Momentum investing is a technique that almost everyone has utilized at some time. It seems obvious: buy winners and short losers. Many have found success with this method, but countless others have also been duped into costly mistakes. In this article, I will take a look at what does and doesn't work in momentum trading.
It turns out that momentum investing seems to be an excellent strategy in the medium term, but this relationship breaks down over different time periods. Securities that performed well 7-12 months ago continue to outperform both the broader market and securities that have done well in the more recent past. Going further than 12 months, momentum quickly becomes useless in determining price moves.
This is the outcome of research summarized in the academic study "Is Momentum Really Momentum?" The researchers found that momentum was mostly not due to short-term "autocorrelation" - future price movements correlating with past price movements. Instead, momentum seems to be an extension of medium-term strength.
This may be why some seem to have extraordinary success, while others flounder (at least that's how it seems to me). Momentum is a much better predictor of market movements over the medium term than over the short term. So, those with short-term or long-term strategies are just using the wrong time frame.
Even better, this momentum strategy performed well not just for U.S. stocks. It also predicts international stock, commodity and currency returns in the medium term. In other words, definitely something to keep an eye on.
Another paper, "Momentum has its Moments," goes into more detail on how you can best optimize your strategy according to the risk-adjusted metric known as the Sharpe ratio. Momentum outperforms the overall market by 1.49% per month, or as much as 1.75% when controlling for the three "Fama-French Factors" of small-cap and value stocks which traditionally perform better than the overall market.
Unfortunately, there is a cost to this outperformance. During sustained market crashes, such as in 1932 and 2007, momentum securities are obliterated, losing an average of about 80% of their value. While these sustained crashes are exceedingly rare, having only happened rarely in the last 80-something years, they can easily wipe out decades of gains. Still, momentum strategies did outperform the market over the period 1932-2010 with an average yearly return of about 10%.
Luckily, the researchers found a way to significantly curtail this "crash risk." While the maximum 1-month loss for an unmanaged momentum portfolio was an astounding -96.69%, they managed to achieve a maximum 1-month loss of a much more manageable, but still gut-wrenching, 45.2%. This was not significantly affected by increased transaction costs in the managed portfolio.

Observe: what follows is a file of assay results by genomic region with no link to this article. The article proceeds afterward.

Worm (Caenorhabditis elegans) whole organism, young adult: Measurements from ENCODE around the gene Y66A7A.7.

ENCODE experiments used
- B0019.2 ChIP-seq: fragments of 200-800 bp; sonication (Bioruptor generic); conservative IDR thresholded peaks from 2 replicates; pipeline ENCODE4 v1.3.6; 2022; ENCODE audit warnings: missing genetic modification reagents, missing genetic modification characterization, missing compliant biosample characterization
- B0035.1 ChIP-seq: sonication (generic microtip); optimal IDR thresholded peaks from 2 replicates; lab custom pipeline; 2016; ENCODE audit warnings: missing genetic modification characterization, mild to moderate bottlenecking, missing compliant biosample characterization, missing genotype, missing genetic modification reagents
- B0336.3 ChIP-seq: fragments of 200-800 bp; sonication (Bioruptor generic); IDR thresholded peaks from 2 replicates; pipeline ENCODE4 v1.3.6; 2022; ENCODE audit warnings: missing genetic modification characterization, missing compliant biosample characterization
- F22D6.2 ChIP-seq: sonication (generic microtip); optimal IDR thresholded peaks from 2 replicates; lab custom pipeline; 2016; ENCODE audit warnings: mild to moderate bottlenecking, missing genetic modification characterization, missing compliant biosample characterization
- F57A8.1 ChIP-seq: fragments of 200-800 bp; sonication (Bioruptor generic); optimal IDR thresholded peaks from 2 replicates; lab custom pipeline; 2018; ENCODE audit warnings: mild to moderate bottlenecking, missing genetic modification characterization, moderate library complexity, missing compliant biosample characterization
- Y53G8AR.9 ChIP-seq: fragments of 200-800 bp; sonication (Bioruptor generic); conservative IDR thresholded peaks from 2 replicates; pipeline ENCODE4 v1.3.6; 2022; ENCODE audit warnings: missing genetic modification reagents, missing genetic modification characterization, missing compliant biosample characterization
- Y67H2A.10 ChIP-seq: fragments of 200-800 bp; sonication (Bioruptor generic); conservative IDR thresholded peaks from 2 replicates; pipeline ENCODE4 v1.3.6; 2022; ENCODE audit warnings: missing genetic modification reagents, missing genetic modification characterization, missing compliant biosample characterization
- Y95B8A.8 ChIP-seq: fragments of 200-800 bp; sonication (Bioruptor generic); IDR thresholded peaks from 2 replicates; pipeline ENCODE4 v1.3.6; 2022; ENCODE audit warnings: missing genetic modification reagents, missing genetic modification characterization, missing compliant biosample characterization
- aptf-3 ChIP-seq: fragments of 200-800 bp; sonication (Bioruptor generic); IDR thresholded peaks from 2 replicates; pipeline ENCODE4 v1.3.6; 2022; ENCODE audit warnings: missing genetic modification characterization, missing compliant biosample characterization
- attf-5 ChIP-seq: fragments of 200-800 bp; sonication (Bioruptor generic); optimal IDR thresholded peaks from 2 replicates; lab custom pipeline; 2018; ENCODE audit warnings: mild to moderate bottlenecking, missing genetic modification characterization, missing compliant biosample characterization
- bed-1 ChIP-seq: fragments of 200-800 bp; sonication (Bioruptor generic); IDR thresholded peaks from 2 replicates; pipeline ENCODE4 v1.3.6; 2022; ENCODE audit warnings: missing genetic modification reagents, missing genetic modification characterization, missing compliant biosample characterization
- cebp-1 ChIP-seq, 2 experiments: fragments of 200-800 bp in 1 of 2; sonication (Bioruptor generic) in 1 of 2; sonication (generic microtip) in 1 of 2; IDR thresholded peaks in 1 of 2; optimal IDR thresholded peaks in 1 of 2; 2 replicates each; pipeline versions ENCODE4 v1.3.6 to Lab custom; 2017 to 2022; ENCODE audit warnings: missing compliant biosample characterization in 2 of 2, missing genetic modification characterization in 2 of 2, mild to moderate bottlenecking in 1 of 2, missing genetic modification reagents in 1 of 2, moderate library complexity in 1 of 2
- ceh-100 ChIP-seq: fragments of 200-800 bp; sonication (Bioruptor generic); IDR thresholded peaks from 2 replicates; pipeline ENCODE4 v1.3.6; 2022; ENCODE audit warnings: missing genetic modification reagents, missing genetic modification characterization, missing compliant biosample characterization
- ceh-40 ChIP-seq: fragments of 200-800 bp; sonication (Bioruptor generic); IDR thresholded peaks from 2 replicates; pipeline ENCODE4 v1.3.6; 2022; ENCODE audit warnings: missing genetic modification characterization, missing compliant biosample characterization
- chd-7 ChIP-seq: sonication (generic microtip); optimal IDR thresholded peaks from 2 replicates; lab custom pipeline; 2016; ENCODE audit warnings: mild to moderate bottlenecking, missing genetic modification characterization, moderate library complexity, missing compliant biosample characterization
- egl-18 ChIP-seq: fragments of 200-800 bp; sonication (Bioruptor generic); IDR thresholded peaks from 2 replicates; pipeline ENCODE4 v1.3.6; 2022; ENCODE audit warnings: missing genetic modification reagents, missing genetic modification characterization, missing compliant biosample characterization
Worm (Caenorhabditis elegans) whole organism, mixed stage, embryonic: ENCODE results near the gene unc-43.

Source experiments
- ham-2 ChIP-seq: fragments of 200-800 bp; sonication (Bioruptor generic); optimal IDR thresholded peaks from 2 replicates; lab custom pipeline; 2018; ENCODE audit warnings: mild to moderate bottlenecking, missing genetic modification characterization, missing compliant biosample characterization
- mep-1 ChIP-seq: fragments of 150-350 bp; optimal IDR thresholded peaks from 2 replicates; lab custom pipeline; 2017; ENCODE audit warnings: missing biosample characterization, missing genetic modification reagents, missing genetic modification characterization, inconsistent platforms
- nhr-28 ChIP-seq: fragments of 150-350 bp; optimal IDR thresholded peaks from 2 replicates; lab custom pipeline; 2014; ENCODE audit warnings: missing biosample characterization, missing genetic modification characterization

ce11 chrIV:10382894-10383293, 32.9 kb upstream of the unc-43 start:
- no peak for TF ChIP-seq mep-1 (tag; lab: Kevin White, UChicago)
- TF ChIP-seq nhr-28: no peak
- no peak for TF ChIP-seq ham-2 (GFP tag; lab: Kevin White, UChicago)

The exact strategy is fairly complex and would take up much more room than a single article, but it revolves around a fairly simple concept: crash risk is highest after a recent bear market. Looking back about 12 months, you should be long low-beta securities and short high-beta ones if the market was down, and vice versa. The concentration of long and shorts in your portfolio is determined by the severity of the move, with strong declines leading to a high concentration in low-beta securities, and strong moves upwards leading to a high concentration in high-beta securities. For instance, if the market moved down by a relatively small amount in the past 12 months, such as is currently the case, you would want to be long low-beta securities and short high-beta securities, with low-beta securities being slightly overweight in your portfolio.
Both studies find that the best results are found from looking back around a year into the past, and trading according to the results at that time. Basically, momentum investing is for the medium term, and is determined by the market of the past year. Putting this all together, you should be able to create a diversified, risk-adjusted portfolio that, when adjusted as necessary, should beat average market performance for years to come.
Disclosure: I/we have no positions in any stocks mentioned, and no plans to initiate any positions within the next 72 hours.
I wrote this article myself, and it expresses my own opinions. I am not receiving compensation for it (other than from Seeking Alpha). I have no business relationship with any company whose stock is mentioned in this article.